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J Biol Chem. 2009 Jul 31;284(31):20909-16. doi: 10.1074/jbc.M109.014472. Epub 2009 Jun 2.

Phosphorylated Tau interacts with c-Jun N-terminal kinase-interacting protein 1 (JIP1) in Alzheimer disease.

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Alzheimer's and Parkinson's Disease Laboratory, Brain and Mind Research Institute, University of Sydney, Sydney, Camperdown, New South Wales 2050, Australia.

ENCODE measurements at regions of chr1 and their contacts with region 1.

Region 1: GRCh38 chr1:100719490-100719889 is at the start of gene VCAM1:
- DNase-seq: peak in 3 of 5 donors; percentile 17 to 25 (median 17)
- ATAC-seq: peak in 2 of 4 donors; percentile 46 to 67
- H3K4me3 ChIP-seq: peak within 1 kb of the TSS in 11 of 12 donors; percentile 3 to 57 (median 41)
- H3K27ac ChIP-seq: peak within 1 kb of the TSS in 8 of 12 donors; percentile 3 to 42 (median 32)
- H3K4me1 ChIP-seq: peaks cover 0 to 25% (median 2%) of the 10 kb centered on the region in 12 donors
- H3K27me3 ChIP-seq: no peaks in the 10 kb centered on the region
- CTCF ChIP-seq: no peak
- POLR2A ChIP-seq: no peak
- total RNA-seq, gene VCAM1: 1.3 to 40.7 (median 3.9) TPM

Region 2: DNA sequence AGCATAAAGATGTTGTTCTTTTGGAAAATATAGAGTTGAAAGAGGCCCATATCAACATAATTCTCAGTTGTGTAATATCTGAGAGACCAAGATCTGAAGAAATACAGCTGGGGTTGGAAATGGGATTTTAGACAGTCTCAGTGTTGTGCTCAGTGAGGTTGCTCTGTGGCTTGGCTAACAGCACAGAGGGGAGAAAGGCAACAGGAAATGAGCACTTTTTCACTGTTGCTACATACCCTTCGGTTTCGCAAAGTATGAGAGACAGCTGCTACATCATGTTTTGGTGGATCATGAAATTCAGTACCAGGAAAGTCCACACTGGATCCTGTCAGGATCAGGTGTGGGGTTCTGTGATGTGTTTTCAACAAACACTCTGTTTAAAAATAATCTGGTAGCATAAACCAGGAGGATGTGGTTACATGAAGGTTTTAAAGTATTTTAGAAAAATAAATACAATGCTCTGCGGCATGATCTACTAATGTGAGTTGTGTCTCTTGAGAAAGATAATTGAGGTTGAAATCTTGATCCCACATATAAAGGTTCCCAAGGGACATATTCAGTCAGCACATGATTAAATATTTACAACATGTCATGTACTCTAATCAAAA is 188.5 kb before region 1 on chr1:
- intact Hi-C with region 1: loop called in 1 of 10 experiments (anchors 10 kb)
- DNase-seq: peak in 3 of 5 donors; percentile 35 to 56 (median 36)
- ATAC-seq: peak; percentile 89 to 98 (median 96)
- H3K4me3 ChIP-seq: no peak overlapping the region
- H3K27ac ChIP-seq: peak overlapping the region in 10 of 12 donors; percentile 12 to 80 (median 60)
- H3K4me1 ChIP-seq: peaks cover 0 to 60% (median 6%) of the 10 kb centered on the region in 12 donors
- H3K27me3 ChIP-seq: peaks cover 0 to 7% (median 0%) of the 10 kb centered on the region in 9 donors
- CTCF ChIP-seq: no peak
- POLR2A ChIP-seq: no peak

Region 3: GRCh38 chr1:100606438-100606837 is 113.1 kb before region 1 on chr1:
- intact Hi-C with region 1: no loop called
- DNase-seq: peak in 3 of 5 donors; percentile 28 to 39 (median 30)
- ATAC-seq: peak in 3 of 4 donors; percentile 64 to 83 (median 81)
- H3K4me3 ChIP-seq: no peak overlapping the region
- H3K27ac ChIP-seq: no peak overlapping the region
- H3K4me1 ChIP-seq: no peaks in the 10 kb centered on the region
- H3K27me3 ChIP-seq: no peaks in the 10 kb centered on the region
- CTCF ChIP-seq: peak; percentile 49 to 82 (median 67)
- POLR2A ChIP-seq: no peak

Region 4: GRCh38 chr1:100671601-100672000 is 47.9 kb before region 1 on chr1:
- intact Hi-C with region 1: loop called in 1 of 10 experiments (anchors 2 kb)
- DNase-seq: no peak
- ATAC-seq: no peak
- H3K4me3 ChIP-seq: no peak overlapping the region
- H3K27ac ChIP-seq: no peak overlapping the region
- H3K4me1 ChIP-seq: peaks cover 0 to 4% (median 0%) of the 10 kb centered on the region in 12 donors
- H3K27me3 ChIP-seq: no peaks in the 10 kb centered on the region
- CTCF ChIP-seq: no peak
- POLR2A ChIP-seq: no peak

In Alzheimer disease (AD) and frontotemporal dementia the microtubule-associated protein Tau becomes progressively hyperphosphorylated, eventually forming aggregates. However, how Tau dysfunction is associated with functional impairment is only partly understood, especially at early stages when Tau is mislocalized but has not yet formed aggregates. Impaired axonal transport has been proposed as a potential pathomechanism, based on cellular Tau models and Tau transgenic mice. We recently reported K369I mutant Tau transgenic K3 mice with axonal transport defects that suggested a cargo-selective impairment of kinesin-driven anterograde transport by Tau. Here, we show that kinesin motor complex formation is disturbed in the K3 mice. We show that under pathological conditions hyperphosphorylated Tau interacts with c-Jun N-terminal kinase- interacting protein 1 (JIP1), which is associated with the kinesin motor protein complex. As a result, transport of JIP1 into the axon is impaired, causing JIP1 to accumulate in the cell body. Because we found trapping of JIP1 and a pathological Tau/JIP1 interaction also in AD brain, this may have pathomechanistic implications in diseases with a Tau pathology. This is supported by JIP1 sequestration in the cell body of Tau-transfected primary neuronal cultures. The pathological Tau/JIP1 interaction requires phosphorylation of Tau, and Tau competes with the physiological binding of JIP1 to kinesin light chain. Because JIP1 is involved in regulating cargo binding to kinesin motors, our findings may, at least in part, explain how hyperphosphorylated Tau mediates impaired axonal transport in AD and frontotemporal dementia.

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